Bearmeat's picture

Agreed Cow, but what does that have to do with Nick?

pkrNboro's picture

Jonathan Massaquoi

(if he can do it, I can too)

Rocky70's picture

Jeremy Thompson, Sterling Sharpe, Terrance Murphy, Robert Brooks, Tim Lewis. NC's case is related to all because the team will make a thumb's up or down decision.

Drafting another safety early may be wise for the Pack.

pkrNboro's picture

I'm pretty sure all of these players had congenital cervical stenosis, which I've not heard mentioned with regard to Collin's injury.

But it does seem that with spinal injuries these guys don't return to GB.

I wouldn't be surprised by two things:
(1) Collins gets cleared to play again
(2) but he won't play to his previous level

Rocky70's picture

I wasn't even thinking of the kind of injury. I was referring to the fact that all of them failed their physical by the Packer Medical Team. As a result, the Pack were done with them.

Knowing what NC does for a living, I really can't see any doctor anywhere who can sign off on Nick Collins & say that there is no risk of further & more tramatic injury.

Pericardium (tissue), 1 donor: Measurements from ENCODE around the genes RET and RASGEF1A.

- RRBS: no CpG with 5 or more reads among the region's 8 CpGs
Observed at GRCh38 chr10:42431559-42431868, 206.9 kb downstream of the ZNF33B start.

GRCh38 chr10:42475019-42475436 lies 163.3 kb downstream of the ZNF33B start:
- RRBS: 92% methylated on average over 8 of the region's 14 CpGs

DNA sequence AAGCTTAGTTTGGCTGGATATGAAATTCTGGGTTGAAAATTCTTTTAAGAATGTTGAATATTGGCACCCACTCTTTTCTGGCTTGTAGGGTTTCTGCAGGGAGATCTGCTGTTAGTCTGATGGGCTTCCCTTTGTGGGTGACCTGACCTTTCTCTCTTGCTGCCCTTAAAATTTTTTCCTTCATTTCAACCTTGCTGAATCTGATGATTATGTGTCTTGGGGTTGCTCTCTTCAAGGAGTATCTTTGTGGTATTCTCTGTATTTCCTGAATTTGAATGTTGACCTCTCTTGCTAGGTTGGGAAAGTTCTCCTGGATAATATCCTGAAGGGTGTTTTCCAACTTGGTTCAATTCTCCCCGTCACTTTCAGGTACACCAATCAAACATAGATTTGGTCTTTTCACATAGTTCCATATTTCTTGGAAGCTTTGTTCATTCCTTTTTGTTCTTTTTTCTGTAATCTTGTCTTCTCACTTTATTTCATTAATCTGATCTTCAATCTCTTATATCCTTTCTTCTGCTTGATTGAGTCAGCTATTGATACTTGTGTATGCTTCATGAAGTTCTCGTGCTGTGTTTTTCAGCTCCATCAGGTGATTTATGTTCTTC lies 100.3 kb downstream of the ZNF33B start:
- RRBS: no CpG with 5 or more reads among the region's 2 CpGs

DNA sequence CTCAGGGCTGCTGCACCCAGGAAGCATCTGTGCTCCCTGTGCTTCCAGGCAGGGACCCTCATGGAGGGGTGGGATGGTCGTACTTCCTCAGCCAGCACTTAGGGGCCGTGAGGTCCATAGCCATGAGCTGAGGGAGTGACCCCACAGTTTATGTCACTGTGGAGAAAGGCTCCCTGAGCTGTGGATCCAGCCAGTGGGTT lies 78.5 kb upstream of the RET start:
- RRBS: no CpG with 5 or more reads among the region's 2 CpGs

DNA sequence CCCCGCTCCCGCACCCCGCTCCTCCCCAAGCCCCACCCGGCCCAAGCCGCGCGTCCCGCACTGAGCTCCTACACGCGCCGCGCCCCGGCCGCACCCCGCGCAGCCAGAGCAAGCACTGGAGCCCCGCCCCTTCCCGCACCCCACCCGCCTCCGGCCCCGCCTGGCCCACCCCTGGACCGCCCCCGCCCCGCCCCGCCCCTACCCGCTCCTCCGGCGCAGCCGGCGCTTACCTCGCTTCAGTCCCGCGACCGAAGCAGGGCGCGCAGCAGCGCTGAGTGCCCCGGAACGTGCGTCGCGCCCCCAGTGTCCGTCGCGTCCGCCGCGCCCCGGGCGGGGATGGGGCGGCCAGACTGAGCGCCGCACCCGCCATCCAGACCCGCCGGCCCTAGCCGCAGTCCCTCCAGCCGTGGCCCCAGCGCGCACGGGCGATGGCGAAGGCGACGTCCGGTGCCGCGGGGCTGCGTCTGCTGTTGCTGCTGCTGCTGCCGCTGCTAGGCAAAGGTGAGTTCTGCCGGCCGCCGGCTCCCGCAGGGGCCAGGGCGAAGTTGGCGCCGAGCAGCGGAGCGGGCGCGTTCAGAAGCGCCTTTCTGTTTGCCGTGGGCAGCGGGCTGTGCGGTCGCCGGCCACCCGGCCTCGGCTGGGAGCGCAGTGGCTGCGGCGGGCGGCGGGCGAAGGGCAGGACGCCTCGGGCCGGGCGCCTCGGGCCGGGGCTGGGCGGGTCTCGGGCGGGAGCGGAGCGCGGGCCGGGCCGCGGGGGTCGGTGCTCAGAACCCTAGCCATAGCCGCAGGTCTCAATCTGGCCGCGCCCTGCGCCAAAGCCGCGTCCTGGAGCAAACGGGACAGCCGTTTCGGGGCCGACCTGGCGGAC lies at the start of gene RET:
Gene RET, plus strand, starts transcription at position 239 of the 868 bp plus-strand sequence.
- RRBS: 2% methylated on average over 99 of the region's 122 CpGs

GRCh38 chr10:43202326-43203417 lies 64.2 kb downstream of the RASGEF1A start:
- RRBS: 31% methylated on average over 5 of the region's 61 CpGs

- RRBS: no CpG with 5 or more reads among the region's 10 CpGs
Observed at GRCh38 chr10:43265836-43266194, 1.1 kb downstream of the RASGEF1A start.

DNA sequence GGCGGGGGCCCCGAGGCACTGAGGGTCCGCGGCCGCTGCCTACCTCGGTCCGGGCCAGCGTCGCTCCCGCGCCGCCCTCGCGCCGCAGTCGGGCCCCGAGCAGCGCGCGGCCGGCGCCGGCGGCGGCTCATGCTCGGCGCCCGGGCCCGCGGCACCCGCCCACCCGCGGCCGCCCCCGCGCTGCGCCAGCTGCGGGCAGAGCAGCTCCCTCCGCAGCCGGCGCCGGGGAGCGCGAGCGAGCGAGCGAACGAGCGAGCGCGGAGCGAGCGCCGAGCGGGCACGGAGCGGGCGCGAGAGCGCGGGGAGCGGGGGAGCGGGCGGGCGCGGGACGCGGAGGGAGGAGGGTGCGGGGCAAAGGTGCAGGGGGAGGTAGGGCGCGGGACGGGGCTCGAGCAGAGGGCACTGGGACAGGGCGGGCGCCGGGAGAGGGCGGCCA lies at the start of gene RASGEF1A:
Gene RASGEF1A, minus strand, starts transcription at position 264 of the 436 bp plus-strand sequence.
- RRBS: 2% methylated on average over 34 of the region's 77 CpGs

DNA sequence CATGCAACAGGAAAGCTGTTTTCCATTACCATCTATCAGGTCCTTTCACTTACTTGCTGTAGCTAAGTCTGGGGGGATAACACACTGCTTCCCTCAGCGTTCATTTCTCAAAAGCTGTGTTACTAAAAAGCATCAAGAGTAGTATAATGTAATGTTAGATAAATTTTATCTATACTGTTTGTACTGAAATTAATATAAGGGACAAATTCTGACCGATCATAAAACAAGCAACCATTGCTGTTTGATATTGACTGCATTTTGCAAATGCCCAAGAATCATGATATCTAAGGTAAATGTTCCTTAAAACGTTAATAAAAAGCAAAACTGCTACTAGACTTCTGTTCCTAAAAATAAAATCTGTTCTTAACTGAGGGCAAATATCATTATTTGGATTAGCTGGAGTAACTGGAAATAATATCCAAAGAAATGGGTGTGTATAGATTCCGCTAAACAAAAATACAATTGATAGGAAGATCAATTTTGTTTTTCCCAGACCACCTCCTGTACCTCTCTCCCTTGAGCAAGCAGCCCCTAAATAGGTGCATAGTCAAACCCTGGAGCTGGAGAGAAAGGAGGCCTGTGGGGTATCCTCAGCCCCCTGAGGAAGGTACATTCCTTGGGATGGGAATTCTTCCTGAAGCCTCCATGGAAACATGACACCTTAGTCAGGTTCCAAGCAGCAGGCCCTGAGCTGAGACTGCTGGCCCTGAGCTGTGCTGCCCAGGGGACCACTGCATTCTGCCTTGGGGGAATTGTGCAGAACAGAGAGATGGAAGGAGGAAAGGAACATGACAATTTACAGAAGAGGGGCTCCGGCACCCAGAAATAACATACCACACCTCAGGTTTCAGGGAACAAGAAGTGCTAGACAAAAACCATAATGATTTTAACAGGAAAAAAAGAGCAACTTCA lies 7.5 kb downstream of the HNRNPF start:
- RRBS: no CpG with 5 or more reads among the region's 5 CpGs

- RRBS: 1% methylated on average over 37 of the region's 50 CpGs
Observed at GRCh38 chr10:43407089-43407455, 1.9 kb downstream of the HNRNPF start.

pkrNboro's picture

I really liked what I saw of MD Jennings last pre-season.

But, he's listed at 187 and Collins is shown to be 207.

I wonder how much weight could MD could put on and still be effective?

pkrNboro's picture

sorry, not sure why this posted as a reply -- I went to the top of the page, and clicked on comments -- so it would be "new."

Bearmeat's picture

Hope he comes back. The success rate and the reactions so far of the medical people involved seem positive.

But we still should draft a safety with 'upside' in the later rounds.

Jeremy's picture

I posted this link once before but i don't think many got to see it. It's a pretty interesting read on the subject.

http://www.aaos.org/news/aaosnow/nov10/clinical2.asp

Walty's picture

Nick just seems like a great guy. I'd love to have him back, but he has young kids and his entire life ahead of him.

He's a 3-time Pro Bowler and a Super Bowl champion. The icing on the cake was his pick 6 in that Super Bowl appearance.

I hope he makes a safe decision.